Regardless of how deep one gets into a Gloople nest, one of the most dangerous Glooples will always be the Biter. Neither rare nor passive in any sense, the Biter is the primary hunting mechanism of a Gloople nest.
Very similar to Green Glooples in organic composition, the Biters are equipped with much more complex and well developed synaptic fiber clusters and the ability to grow shaped, keratinous protrusions connected to the central mass by sinuous tensile strands. The "teeth" calcify within the body of the Biter over only a few hours, so those that are broken away are quickly replaced. Biters have quicker and more durable outer membranes suited to anchoring it's teeth while biting. Because of this tougher membrane, Biters are unable to absorb small matter into their bodies, but their greater musculature does allow them to make short distance lunges in an attempt to snag or pin down prey.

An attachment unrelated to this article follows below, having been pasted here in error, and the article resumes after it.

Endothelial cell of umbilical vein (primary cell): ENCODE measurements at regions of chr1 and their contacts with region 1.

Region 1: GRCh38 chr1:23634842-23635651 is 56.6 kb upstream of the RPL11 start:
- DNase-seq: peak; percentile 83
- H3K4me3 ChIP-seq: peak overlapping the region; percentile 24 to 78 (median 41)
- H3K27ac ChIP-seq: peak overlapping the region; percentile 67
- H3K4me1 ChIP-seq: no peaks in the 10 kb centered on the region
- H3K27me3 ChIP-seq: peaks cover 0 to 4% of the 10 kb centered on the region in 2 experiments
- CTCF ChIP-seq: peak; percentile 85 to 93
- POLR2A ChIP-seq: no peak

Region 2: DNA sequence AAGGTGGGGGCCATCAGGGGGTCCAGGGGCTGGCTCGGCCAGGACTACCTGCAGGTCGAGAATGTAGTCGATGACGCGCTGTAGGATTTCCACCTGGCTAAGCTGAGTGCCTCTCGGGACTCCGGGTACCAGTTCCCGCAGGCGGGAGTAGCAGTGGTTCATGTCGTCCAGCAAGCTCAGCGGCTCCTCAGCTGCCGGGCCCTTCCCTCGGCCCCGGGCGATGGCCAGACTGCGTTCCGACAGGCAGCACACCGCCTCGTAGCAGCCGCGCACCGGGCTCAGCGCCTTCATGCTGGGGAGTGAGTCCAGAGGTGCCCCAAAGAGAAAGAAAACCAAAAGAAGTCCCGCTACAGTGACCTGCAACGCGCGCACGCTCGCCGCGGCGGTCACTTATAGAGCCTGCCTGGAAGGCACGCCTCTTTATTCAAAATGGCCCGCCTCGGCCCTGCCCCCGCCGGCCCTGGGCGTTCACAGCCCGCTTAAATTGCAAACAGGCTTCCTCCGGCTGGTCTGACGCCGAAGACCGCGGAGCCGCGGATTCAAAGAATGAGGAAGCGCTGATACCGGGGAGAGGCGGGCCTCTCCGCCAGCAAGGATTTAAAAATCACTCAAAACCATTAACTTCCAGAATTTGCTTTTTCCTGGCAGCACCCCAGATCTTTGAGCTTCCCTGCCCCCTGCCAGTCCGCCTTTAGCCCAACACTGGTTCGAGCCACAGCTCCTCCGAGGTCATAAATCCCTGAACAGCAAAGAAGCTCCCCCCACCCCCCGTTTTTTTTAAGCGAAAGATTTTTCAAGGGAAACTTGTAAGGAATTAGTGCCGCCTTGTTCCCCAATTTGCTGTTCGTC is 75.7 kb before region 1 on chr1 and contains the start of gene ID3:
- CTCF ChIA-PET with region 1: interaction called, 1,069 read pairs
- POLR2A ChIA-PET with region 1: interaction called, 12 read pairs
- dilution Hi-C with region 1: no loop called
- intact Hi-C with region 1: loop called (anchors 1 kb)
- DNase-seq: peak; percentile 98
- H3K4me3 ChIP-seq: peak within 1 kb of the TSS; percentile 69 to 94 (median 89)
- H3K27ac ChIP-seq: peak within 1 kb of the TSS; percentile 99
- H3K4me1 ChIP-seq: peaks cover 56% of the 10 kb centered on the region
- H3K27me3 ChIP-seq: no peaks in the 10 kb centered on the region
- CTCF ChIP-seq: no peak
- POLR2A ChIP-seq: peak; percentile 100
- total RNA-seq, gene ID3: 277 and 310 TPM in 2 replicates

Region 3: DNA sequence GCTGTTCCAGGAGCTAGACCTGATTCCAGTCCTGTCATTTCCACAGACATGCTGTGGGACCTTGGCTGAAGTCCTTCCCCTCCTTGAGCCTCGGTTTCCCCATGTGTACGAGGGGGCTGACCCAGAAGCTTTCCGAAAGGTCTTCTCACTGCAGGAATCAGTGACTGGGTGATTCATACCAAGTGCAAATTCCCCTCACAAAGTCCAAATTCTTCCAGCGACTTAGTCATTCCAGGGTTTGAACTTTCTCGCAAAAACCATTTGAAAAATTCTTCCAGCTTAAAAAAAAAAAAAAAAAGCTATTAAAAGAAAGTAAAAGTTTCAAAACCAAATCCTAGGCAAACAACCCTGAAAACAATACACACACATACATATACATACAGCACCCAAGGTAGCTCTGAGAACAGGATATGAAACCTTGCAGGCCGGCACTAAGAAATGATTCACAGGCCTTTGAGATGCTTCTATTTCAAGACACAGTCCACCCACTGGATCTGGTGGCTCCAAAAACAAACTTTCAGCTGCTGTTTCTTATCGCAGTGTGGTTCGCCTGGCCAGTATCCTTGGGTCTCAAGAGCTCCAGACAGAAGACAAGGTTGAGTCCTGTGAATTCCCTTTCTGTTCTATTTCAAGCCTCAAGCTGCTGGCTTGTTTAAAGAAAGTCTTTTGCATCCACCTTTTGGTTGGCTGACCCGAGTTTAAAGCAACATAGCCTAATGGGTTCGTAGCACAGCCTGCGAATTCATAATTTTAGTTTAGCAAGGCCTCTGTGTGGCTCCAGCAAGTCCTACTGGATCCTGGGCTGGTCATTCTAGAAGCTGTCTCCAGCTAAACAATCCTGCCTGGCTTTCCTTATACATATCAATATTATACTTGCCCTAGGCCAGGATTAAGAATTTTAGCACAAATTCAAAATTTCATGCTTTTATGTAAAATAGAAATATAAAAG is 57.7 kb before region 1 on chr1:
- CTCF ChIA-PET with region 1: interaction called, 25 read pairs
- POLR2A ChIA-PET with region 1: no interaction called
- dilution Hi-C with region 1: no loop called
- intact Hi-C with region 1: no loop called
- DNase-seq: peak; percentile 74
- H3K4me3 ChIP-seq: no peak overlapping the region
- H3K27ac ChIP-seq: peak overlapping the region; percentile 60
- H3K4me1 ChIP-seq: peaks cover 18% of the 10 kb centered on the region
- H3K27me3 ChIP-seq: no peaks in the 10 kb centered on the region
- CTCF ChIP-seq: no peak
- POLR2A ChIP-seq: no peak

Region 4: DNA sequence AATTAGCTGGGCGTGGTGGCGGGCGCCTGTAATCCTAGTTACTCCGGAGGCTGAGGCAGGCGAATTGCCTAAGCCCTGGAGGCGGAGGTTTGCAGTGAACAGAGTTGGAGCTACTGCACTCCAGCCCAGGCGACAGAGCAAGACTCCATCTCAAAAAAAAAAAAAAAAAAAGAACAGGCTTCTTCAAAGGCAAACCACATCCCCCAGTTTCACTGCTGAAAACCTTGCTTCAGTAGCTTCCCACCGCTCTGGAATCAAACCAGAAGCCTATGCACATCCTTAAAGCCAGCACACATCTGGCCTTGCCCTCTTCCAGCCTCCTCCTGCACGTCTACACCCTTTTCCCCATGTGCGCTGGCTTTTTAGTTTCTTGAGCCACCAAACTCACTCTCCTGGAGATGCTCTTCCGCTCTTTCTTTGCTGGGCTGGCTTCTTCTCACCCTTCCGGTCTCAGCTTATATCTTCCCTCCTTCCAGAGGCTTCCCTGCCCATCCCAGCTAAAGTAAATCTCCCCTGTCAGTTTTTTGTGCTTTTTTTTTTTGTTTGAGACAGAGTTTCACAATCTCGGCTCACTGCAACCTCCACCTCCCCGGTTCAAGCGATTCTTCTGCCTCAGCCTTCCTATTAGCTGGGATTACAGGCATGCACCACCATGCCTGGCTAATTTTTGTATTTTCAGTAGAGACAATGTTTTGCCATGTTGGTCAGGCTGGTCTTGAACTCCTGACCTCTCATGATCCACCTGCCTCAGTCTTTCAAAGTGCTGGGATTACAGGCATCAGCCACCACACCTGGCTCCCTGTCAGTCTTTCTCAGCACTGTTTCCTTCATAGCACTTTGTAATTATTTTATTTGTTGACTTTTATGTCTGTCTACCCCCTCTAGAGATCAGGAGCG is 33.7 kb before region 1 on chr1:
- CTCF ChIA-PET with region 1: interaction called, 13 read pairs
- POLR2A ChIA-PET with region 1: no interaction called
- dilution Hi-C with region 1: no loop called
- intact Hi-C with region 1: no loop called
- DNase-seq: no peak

Due to their physiology and role in the nest, Biters are very aggressive and very persistent at pursuing prey or threats to the nest. The vast majority of human injuries are due to these Glooples. In addition, some experts speculate that because of their similarly rudimentary organic composition to that of a commmon Green Gloople, it may be possible that they are capable of reverse mitosis.